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Creatine supplementation for symptom alleviation after mild traumatic brain injury

Dean, PJA, Minarik, T, Opitz, B and Sterr, A (2016) Creatine supplementation for symptom alleviation after mild traumatic brain injury In: The Eleventh World Congress on Brain Injury, 2016-03-02 - 2016-03-05, The Hague, The Netherlands.

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Abstract

OBJECTIVES: Previous research on the biological markers of sustained post-concussion syndrome (PCS) after mild traumatic brain injury (mTBI) has suggested that those with mTBI have a reduction in prefrontal creatine (Dean et al., 2013), which is associated with poorer performance and reduced prefrontal BOLD response in cognitive tasks (Dean et al., 2015). In addition, dietary supplementation of creatine can alleviate PCS symptoms in the acute stage after injury (Sakellaris et al., 2006) or protect from PCS symptoms (Sullivan et al., 2000). It is an intriguing possibility that creatine may also alleviate symptoms, even in the long-term after injury. This study represents a first step, whereby it is investigated whether dietary supplementation leads to increases of creatine in the brain in a non-brain injured population, and whether this is related to behavioural performance or symptom report. METHODS: MRS and behavioural (n-Back; 0-, 2-, 4-back) data was acquired from ten vegetarian participants at three time points, one week apart. Week 1 was baseline, week 2 after placebo (maltodextrin) and week 3 after intervention (creatine monohydrate). Single voxel MRS was acquired from right dorsolateral prefrontal cortex. Both placebo and intervention were taken as 5g of powder dissolved in 250ml of water/milk, two times a day (morning/evening). RESULTS: Behavioural results indicated an effect of condition (0-, 2-, 4-back, p<0.001), session (week, p=0.013, and condition*session (p=0.006). Further analysis revealed this to be caused by a difference in the 4-Back between baseline and post-creatine (p=0.039), but not post-placebo (p=0.051). MRS analysis revealed no effect of session on total creatine (p=0.5 ), nor NAA (p=0.8), glutamate (p=0.3) or glutamine (p=0.2). CONCLUSIONS: According to this preliminary data, creatine supplementation does not systematically affect creatine levels in prefrontal grey matter. This is despite better cognitive performance post-creatine compared to baseline. Although, this could be caused by a learning effect as it was necessary to perform the dietary intervention in the same order to avoid washout effects. Control behavioural studies are being run to investigate the level of performance increase achieved by practise alone. The implications for previous research reporting a symptom alleviation, or cognitive enhancement in clinical and non-clinical populations may be that this alteration is due to non-neural mechanisms. However, this study only sampled one grey matter area, and future studies will be required to investigate a number of grey and white matter areas.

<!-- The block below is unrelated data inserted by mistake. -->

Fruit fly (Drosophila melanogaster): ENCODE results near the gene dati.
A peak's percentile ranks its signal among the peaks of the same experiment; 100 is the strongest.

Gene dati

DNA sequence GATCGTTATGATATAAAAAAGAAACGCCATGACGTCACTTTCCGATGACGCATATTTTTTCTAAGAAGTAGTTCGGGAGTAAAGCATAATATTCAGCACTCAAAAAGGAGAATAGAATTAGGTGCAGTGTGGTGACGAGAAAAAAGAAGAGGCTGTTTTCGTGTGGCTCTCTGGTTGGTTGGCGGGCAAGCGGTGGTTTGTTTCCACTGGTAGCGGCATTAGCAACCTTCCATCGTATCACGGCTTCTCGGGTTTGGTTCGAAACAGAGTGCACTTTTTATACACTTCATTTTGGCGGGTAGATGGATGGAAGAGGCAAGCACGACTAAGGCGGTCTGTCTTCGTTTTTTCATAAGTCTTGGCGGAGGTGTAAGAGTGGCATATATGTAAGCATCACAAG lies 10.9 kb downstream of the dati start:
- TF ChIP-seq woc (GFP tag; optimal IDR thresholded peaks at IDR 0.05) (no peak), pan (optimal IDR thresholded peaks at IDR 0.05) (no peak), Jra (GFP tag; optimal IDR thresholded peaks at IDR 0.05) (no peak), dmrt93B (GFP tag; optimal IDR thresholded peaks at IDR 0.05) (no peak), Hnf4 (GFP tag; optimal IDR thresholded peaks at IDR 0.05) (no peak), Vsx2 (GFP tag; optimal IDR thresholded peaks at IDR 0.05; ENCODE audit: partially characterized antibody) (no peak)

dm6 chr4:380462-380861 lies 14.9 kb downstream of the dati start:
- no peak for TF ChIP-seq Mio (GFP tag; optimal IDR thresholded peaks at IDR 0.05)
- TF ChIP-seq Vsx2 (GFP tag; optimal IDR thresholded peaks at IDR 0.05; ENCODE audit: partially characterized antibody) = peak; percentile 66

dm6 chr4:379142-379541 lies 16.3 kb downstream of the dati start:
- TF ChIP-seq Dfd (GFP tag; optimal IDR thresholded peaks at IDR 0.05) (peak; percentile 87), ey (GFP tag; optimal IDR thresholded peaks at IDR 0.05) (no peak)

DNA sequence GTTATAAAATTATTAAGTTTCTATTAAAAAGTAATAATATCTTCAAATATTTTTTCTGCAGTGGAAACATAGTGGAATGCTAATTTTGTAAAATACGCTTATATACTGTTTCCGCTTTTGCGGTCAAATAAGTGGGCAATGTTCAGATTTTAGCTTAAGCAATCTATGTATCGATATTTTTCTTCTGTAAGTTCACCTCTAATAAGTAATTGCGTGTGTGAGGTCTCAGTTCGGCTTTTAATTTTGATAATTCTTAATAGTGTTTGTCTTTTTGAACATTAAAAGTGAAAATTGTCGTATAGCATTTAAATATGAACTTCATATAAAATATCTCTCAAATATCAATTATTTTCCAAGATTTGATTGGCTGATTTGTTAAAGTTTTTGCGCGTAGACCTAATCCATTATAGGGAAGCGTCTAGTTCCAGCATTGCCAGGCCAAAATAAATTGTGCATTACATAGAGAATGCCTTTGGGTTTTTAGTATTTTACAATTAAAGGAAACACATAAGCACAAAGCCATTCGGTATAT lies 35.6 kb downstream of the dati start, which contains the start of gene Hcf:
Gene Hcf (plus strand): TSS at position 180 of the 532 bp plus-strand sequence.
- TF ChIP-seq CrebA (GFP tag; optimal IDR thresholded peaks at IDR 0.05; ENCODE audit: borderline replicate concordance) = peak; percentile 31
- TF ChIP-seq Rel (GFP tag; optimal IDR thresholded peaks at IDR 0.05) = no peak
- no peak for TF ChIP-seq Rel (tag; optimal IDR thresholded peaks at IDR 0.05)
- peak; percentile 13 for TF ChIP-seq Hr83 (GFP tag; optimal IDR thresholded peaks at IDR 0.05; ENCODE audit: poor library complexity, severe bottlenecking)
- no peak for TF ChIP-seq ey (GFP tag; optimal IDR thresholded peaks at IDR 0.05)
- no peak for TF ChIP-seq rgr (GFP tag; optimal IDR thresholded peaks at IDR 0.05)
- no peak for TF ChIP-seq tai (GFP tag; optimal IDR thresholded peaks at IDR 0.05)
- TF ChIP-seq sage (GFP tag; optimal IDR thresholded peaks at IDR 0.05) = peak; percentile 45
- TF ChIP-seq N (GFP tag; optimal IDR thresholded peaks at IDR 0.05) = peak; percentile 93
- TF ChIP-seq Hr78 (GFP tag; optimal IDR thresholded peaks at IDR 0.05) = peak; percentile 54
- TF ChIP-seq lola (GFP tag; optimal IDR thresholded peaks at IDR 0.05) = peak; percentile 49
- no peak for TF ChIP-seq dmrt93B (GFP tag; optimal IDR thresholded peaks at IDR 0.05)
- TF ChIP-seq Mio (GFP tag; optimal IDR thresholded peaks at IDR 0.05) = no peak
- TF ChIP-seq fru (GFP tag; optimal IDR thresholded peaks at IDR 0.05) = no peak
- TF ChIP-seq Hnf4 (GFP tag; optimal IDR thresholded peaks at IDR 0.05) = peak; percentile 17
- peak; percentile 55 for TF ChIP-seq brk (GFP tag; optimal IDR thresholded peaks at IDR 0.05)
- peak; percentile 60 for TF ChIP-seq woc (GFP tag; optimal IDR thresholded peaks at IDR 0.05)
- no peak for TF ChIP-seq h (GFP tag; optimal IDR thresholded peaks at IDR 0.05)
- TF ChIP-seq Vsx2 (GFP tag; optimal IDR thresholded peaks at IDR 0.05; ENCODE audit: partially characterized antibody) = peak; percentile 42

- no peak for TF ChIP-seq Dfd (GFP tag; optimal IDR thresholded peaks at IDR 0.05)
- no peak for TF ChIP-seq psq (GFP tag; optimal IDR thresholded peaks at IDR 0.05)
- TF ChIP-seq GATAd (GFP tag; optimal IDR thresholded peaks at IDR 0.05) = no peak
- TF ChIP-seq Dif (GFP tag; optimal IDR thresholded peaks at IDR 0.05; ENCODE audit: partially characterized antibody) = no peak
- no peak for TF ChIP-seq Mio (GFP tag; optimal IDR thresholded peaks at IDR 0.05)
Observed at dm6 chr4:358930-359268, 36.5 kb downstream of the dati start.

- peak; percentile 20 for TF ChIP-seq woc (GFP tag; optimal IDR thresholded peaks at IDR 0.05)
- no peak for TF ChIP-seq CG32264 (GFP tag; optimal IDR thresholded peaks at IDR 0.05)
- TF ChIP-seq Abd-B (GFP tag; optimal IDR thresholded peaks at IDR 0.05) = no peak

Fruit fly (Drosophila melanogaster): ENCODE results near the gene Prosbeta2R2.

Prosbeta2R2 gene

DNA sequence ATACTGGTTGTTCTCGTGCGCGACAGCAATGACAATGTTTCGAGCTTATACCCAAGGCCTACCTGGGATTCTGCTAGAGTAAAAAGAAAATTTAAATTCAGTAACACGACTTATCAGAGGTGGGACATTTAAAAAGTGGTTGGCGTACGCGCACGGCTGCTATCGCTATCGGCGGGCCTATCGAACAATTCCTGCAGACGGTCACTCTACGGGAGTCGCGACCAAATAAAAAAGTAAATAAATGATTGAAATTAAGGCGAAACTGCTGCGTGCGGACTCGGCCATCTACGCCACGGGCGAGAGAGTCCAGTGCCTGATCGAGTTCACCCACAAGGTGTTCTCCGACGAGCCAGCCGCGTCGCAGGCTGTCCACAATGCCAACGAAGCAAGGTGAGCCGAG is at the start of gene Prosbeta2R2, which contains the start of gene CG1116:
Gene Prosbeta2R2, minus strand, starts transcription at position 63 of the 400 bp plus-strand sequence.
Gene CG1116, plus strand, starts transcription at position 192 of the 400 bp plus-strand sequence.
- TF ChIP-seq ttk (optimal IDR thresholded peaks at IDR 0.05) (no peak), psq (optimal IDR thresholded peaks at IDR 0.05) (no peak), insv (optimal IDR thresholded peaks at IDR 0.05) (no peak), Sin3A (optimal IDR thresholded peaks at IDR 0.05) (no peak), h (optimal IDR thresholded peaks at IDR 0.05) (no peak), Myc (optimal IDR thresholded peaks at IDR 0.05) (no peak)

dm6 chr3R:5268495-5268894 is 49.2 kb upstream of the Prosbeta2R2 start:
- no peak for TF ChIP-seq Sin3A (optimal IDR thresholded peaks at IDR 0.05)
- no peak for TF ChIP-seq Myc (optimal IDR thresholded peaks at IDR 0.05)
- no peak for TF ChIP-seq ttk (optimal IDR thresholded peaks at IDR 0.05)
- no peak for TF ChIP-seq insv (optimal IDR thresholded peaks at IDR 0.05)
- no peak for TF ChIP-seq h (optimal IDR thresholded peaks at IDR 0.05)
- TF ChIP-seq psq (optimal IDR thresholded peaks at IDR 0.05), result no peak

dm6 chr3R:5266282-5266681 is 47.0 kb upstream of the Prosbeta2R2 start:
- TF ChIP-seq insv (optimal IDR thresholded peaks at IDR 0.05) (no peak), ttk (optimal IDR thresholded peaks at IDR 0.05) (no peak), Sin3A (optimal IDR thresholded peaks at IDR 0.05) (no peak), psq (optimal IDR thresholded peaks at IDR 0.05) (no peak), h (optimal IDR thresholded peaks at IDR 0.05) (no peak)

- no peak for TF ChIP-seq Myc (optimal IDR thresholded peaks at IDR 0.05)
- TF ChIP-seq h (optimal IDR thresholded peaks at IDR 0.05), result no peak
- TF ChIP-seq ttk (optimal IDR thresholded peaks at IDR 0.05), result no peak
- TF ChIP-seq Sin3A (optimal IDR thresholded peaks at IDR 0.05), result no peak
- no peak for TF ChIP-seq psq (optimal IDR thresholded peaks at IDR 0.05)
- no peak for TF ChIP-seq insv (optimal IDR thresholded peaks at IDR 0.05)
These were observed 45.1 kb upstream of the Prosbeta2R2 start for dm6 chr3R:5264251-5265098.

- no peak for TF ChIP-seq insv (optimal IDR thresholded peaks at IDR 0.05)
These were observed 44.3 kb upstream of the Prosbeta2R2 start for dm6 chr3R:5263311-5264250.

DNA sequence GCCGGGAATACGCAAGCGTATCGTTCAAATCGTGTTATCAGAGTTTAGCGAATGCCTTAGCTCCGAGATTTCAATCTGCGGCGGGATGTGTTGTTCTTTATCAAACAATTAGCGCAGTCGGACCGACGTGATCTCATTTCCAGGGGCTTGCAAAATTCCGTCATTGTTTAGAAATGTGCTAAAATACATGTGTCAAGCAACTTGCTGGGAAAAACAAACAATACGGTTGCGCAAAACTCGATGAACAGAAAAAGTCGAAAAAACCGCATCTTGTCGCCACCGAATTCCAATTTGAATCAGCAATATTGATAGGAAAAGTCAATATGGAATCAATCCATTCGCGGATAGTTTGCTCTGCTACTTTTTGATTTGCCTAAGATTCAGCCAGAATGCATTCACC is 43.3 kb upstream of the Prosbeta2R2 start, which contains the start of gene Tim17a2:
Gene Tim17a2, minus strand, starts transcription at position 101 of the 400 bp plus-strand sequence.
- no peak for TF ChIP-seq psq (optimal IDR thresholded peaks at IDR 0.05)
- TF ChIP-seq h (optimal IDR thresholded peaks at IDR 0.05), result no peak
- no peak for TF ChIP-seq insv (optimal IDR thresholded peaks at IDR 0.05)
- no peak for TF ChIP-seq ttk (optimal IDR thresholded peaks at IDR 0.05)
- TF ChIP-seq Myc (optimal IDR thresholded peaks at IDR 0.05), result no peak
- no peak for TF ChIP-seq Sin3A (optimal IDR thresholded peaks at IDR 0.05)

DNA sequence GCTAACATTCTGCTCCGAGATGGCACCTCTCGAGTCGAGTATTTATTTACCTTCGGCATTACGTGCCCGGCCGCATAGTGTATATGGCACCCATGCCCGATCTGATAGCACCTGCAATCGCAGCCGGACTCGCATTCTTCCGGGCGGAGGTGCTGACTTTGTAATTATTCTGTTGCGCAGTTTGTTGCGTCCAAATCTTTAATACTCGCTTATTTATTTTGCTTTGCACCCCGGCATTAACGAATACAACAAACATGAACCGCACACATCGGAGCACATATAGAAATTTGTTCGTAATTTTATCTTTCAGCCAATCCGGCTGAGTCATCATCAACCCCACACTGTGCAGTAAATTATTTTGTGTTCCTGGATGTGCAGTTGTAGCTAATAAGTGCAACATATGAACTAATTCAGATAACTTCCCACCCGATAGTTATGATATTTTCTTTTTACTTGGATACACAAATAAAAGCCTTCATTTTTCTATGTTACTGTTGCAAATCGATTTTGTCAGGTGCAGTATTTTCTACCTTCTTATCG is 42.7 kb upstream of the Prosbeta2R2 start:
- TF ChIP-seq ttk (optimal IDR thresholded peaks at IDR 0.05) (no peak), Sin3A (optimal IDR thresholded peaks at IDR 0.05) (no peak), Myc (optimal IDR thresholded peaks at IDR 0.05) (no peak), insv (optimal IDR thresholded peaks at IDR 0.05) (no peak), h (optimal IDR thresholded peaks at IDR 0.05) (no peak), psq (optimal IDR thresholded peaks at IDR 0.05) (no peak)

Item Type: Conference or Workshop Item (Conference Poster)
Subjects : Medical Science
Authors :
NameEmailORCID
Dean, PJAp.dean@surrey.ac.ukUNSPECIFIED
Minarik, TUNSPECIFIEDUNSPECIFIED
Opitz, BUNSPECIFIEDUNSPECIFIED
Sterr, AUNSPECIFIEDUNSPECIFIED
Date : 19 May 2016
Identification Number : 10.3109/02699052.2016.1162060
Related URLs :
Depositing User : Symplectic Elements
Date Deposited : 17 May 2017 10:45
Last Modified : 18 May 2017 12:43
URI: http://epubs.surrey.ac.uk/id/eprint/829109

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